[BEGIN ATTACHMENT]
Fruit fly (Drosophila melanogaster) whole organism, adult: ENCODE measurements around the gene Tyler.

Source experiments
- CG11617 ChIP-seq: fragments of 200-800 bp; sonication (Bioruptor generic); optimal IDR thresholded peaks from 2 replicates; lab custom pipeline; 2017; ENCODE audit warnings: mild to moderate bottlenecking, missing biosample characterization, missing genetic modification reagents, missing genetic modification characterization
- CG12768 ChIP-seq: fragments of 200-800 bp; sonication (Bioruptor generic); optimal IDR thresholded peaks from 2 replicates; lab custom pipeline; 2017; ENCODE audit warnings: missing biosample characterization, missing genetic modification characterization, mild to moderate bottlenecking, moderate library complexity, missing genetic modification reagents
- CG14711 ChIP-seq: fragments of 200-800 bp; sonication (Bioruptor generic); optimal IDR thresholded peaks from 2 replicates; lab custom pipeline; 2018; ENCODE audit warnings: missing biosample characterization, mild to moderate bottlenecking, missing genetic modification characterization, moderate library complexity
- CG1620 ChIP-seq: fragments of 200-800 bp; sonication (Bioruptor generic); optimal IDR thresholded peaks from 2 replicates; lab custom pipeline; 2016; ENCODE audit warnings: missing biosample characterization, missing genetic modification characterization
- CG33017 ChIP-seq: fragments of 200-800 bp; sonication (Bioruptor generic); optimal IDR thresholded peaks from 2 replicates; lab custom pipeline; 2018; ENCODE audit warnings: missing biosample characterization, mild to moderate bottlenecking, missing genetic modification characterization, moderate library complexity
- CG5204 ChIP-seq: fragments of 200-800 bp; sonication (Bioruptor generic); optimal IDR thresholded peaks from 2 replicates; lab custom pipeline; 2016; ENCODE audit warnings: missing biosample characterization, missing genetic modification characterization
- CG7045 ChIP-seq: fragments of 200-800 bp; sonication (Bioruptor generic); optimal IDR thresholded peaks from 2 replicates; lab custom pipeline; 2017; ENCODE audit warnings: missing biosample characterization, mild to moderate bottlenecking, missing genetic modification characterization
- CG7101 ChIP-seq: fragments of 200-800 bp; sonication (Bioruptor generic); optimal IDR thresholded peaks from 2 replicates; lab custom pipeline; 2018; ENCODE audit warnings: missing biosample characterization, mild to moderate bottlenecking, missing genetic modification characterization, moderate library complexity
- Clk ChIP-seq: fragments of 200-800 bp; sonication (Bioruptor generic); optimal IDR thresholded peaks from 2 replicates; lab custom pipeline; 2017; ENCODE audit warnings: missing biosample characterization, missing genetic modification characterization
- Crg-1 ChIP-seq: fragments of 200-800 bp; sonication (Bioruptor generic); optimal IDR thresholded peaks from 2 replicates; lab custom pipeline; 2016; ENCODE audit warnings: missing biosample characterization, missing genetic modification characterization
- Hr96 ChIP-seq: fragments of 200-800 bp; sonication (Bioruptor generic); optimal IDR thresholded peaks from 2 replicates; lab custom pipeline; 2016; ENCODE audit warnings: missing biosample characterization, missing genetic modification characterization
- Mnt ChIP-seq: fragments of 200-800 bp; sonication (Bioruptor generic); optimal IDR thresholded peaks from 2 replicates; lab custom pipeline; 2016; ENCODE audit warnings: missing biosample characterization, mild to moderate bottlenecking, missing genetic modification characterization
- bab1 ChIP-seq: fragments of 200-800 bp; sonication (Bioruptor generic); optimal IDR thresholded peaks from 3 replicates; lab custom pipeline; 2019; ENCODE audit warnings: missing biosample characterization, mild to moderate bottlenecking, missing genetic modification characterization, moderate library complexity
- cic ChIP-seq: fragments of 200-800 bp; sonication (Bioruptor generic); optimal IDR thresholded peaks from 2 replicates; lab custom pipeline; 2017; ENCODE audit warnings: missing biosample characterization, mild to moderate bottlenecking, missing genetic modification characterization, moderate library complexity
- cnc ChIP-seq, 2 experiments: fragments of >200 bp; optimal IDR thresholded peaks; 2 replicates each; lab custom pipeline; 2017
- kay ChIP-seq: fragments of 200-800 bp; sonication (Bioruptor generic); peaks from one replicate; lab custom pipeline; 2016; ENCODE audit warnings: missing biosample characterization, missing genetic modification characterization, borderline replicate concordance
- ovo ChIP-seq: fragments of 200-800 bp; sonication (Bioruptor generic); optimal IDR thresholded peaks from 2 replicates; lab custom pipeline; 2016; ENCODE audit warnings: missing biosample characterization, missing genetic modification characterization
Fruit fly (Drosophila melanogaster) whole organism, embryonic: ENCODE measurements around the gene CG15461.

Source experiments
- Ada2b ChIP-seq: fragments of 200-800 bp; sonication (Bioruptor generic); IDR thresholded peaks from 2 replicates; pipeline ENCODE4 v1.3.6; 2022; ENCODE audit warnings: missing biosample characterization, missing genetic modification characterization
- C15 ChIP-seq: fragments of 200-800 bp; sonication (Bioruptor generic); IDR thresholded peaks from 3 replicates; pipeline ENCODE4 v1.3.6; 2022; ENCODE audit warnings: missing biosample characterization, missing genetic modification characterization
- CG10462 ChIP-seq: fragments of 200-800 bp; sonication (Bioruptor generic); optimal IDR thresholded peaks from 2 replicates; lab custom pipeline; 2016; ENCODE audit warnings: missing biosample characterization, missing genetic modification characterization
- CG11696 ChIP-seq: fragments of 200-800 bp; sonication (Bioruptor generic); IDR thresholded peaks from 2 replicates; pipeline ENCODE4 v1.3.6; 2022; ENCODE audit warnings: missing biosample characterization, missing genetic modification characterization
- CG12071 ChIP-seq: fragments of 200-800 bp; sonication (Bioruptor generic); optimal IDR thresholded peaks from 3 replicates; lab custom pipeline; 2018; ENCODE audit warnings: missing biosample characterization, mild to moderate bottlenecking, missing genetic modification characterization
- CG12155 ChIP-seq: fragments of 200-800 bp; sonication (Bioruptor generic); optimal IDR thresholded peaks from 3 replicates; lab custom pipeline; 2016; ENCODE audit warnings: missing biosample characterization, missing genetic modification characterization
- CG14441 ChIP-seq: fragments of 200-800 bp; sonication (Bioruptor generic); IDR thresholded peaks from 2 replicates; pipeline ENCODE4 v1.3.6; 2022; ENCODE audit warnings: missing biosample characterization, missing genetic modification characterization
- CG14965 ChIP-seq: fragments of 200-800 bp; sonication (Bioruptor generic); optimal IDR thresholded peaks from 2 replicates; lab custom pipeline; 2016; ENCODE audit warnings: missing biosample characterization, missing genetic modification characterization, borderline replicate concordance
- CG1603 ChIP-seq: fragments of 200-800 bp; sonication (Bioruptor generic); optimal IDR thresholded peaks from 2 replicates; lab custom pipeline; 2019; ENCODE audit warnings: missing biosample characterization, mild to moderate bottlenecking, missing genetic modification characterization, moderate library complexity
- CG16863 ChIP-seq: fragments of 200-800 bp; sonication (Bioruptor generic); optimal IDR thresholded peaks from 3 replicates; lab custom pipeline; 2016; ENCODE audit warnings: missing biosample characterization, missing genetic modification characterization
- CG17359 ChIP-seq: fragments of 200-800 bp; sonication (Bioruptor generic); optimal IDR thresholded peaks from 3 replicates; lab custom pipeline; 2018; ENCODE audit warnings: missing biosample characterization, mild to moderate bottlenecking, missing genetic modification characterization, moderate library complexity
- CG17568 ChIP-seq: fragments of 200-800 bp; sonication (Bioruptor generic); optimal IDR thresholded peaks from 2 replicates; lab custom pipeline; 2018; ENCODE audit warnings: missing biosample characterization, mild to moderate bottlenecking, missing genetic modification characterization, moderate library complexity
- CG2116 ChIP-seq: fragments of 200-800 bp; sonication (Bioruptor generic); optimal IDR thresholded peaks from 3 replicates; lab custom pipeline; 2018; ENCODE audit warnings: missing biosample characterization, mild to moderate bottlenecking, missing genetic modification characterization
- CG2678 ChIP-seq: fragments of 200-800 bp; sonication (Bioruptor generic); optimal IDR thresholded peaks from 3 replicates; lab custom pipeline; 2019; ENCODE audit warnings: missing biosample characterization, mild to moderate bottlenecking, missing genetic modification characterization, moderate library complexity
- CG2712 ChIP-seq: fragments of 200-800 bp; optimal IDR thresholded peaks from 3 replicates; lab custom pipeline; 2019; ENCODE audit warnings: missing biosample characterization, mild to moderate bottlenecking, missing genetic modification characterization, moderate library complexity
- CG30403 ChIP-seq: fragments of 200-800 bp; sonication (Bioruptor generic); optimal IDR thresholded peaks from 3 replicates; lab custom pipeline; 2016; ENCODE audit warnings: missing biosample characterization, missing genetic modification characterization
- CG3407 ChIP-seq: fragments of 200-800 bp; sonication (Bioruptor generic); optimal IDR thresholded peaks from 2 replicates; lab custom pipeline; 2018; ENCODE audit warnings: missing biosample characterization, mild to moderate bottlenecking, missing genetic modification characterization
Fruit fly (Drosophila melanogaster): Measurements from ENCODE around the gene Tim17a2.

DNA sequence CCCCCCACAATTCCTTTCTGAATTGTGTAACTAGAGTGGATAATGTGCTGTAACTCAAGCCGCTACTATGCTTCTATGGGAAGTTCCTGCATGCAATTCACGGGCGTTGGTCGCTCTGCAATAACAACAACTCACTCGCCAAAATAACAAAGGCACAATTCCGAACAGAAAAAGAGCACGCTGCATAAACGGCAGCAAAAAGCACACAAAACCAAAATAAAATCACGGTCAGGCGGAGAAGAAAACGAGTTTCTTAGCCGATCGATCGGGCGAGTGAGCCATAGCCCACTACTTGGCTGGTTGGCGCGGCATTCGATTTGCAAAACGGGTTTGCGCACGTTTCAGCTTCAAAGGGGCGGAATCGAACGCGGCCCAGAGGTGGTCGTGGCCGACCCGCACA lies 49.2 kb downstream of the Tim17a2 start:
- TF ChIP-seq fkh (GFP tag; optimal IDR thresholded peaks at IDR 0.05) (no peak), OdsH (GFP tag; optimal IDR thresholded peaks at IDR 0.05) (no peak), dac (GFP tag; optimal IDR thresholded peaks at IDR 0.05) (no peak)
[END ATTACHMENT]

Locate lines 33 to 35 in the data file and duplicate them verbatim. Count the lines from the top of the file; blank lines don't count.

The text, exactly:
- CG17568 ChIP-seq: fragments of 200-800 bp; sonication (Bioruptor generic); optimal IDR thresholded peaks from 2 replicates; lab custom pipeline; 2018; ENCODE audit warnings: missing biosample characterization, mild to moderate bottlenecking, missing genetic modification characterization, moderate library complexity
- CG2116 ChIP-seq: fragments of 200-800 bp; sonication (Bioruptor generic); optimal IDR thresholded peaks from 3 replicates; lab custom pipeline; 2018; ENCODE audit warnings: missing biosample characterization, mild to moderate bottlenecking, missing genetic modification characterization
- CG2678 ChIP-seq: fragments of 200-800 bp; sonication (Bioruptor generic); optimal IDR thresholded peaks from 3 replicates; lab custom pipeline; 2019; ENCODE audit warnings: missing biosample characterization, mild to moderate bottlenecking, missing genetic modification characterization, moderate library complexity